3. Event design—building new experiences that will maximize performance. Sperstad said, “It’s time we stop being the architects of exhausted people” by offering the same old “imbalanced agenda” that has people running from morning coffee and muffin to general session to breakouts to lunch to more breakouts to receptions. Instead, event strategists should build agendas that balance active participation with down time, learning with laughter, and content with connection, she said.
• Think about building your agendas around how participants’ energy naturally ebbs and flows over the course of the day. For example, slot in lots of interaction and problem-solving first thing in the morning when participants’ brains are fresh. Follow that with cognitive and comfort breaks, and don’t ask people to multitask over lunch. Let them eat without having to listen to a speaker, she suggested. “Don’t drain the brain’s battery.” And that post-lunch dead zone? “It’s actually a beautiful time for reflection, peer-to-peer sharing, and case studies,” she said. Later in the afternoon is a good time for thinking and collaborating in those nooks and corners you’re providing. Top it off with a rousing closing session full of light and sound to activate their emotions.
• Declutter with right-sized sessions. Don’t stress out your attendees by asking them to sit still for an hour or longer and absorb information. Break down the information into smaller, well-defined chunks that can fit into 45-minute breakouts.
• Think about how you can limit the size of the audience to help participants make those vital connections. Sperstad talked about the Dunbar number, defined by researcher Robin Dunbar as the maximum number of people anyone can maintain a solid relationship with. That golden number, she said, is 150. Do meetings larger than that really help people learn and connect most effectively? While the white paper doesn’t answer that question, it’s one that the industry should look into in more depth, said Sperstad.
• “Layer how you want people to feel over the logistics,” said Tahira Endean, event producer, BC Innovation Council, in a followup session. Think about just one thing you want participants to feel when they leave your event, then think about what you could add or change to make that happen.
4. Positive Impact—including activities that can drive new levels of meaning and connectivity. Community engagement programs also can help provide a richer, more purposeful experience, she said.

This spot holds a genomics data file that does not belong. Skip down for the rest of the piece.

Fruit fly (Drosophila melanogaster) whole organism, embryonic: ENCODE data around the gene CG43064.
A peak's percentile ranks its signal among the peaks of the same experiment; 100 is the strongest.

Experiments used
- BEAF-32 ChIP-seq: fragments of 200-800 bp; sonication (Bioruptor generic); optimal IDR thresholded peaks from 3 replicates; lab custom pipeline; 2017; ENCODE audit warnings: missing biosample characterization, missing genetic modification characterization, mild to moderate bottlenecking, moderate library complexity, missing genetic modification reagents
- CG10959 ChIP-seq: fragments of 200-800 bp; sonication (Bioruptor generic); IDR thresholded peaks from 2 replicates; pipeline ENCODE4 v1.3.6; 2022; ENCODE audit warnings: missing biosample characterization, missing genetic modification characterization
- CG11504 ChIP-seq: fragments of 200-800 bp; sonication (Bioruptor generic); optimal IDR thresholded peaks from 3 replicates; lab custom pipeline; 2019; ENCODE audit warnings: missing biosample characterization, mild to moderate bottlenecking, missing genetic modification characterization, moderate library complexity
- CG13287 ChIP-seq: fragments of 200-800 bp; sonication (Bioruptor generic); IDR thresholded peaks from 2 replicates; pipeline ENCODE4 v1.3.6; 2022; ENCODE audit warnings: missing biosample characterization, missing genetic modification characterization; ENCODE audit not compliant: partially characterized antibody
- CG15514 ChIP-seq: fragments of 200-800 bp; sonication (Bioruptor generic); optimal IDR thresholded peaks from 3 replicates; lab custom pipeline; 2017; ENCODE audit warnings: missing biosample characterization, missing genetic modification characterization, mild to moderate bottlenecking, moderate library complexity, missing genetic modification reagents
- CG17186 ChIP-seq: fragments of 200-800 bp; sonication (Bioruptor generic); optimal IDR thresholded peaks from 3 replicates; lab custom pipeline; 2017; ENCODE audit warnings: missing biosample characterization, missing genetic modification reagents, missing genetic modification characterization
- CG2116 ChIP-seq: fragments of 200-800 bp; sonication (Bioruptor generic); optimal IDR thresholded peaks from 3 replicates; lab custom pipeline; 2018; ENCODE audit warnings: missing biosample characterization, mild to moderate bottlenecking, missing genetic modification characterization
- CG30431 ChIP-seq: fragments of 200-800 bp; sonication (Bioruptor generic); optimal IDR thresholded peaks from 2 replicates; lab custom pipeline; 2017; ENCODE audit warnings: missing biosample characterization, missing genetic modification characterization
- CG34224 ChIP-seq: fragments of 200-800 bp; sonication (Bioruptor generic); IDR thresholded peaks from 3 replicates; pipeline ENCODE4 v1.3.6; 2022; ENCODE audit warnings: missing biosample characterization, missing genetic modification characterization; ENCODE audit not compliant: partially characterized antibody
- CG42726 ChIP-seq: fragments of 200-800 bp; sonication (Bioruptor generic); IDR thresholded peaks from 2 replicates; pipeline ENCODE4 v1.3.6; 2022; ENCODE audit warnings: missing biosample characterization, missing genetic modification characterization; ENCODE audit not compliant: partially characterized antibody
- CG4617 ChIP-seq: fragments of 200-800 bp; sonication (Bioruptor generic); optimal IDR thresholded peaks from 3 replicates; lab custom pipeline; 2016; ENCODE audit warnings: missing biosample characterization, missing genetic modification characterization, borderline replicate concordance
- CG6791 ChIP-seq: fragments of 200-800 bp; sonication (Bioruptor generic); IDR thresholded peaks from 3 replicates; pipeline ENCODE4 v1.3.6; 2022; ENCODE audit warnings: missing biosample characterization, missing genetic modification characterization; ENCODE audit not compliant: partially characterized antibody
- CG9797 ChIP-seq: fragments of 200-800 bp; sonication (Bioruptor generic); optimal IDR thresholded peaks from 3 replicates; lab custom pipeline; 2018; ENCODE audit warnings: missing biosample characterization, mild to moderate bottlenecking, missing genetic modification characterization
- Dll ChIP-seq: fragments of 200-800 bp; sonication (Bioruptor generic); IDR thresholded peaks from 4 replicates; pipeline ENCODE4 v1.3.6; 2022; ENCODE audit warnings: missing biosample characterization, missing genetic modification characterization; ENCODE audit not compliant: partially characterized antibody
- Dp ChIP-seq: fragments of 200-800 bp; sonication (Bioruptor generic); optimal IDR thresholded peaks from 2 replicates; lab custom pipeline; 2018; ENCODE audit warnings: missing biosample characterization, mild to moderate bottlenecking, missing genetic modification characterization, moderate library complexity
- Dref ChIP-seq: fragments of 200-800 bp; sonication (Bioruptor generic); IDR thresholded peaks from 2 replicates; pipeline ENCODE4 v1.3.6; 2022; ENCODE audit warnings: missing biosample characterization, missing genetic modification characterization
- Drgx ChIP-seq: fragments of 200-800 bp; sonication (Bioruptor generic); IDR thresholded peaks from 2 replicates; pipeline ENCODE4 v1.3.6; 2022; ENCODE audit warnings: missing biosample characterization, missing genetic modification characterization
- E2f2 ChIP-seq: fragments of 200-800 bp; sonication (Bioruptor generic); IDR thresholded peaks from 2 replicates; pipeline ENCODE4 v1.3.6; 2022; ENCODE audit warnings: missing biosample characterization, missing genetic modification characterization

• Start by asking the local community what it needs, how you can involve local individuals and organizations in your project, and what you can do to leave a lasting legacy. “It has to be real and authentic,” she said.
• Put effort into minimizing any negative impact your event could have on local resources, from increased traffic to producing trash and food waste.
5. Technology—using tech to enhance ideas, connections, and creativity. Social media, video streaming, gamification, virtual reality, artificial reality, apps…the list of tech available to enhance events keeps growing. The challenge is how to use it in a human-centric way to reduce anxiety, create a conducive mood, or bring people’s brains more in sync. “We need to create a new currency of magical moments in our world,” Sperstad said, mentioning an IBM Watson-driven LED “cognitive dress” created for the 2016 MET Gala. The lights on the gown changed colors in real time based on the moods being expressed on Twitter.
• It’s not about the platform or the data per se, but rather about how they can best be used to enhance the participant experience.
• The Starbucks app lets patrons order and pay for their coffee before they go pick it up. Would it be possible to do something similar for dinearounds to avoid that awkward moment when the time comes to split the check? “Technology needs to help us make real-time changes,” she said. “We are the architects of time and space.”
The white paper, called “Purposeful Meetings: How to plan with deeper meaning, innovation, and insight in mind” (free registration required for downloading the PDF), was authored by Sperstad and Amanda Cecil, PhD, CMP, associate professor, Indiana University, and sponsored by IMEX Group and PSAV.